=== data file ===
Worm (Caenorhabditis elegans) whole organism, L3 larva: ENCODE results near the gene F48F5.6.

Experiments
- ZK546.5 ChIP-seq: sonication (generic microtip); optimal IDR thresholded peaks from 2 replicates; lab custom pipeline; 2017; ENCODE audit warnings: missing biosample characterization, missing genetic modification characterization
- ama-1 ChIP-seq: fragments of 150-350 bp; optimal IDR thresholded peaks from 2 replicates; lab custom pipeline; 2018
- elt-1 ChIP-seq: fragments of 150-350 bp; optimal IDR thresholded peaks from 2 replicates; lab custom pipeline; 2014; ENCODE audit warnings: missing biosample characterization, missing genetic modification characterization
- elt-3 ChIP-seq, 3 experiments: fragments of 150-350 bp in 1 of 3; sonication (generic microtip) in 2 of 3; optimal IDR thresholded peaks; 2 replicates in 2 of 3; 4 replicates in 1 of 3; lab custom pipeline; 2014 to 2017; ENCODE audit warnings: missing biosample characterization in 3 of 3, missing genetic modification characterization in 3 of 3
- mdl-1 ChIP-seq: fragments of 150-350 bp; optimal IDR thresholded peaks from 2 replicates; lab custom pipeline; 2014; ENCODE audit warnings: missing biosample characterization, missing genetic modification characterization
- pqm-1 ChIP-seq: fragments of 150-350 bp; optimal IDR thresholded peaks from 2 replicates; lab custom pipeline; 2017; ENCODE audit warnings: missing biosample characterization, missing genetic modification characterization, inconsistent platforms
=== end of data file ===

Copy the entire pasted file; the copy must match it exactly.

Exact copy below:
Worm (Caenorhabditis elegans) whole organism, L3 larva: ENCODE results near the gene F48F5.6.

Experiments
- ZK546.5 ChIP-seq: sonication (generic microtip); optimal IDR thresholded peaks from 2 replicates; lab custom pipeline; 2017; ENCODE audit warnings: missing biosample characterization, missing genetic modification characterization
- ama-1 ChIP-seq: fragments of 150-350 bp; optimal IDR thresholded peaks from 2 replicates; lab custom pipeline; 2018
- elt-1 ChIP-seq: fragments of 150-350 bp; optimal IDR thresholded peaks from 2 replicates; lab custom pipeline; 2014; ENCODE audit warnings: missing biosample characterization, missing genetic modification characterization
- elt-3 ChIP-seq, 3 experiments: fragments of 150-350 bp in 1 of 3; sonication (generic microtip) in 2 of 3; optimal IDR thresholded peaks; 2 replicates in 2 of 3; 4 replicates in 1 of 3; lab custom pipeline; 2014 to 2017; ENCODE audit warnings: missing biosample characterization in 3 of 3, missing genetic modification characterization in 3 of 3
- mdl-1 ChIP-seq: fragments of 150-350 bp; optimal IDR thresholded peaks from 2 replicates; lab custom pipeline; 2014; ENCODE audit warnings: missing biosample characterization, missing genetic modification characterization
- pqm-1 ChIP-seq: fragments of 150-350 bp; optimal IDR thresholded peaks from 2 replicates; lab custom pipeline; 2017; ENCODE audit warnings: missing biosample characterization, missing genetic modification characterization, inconsistent platforms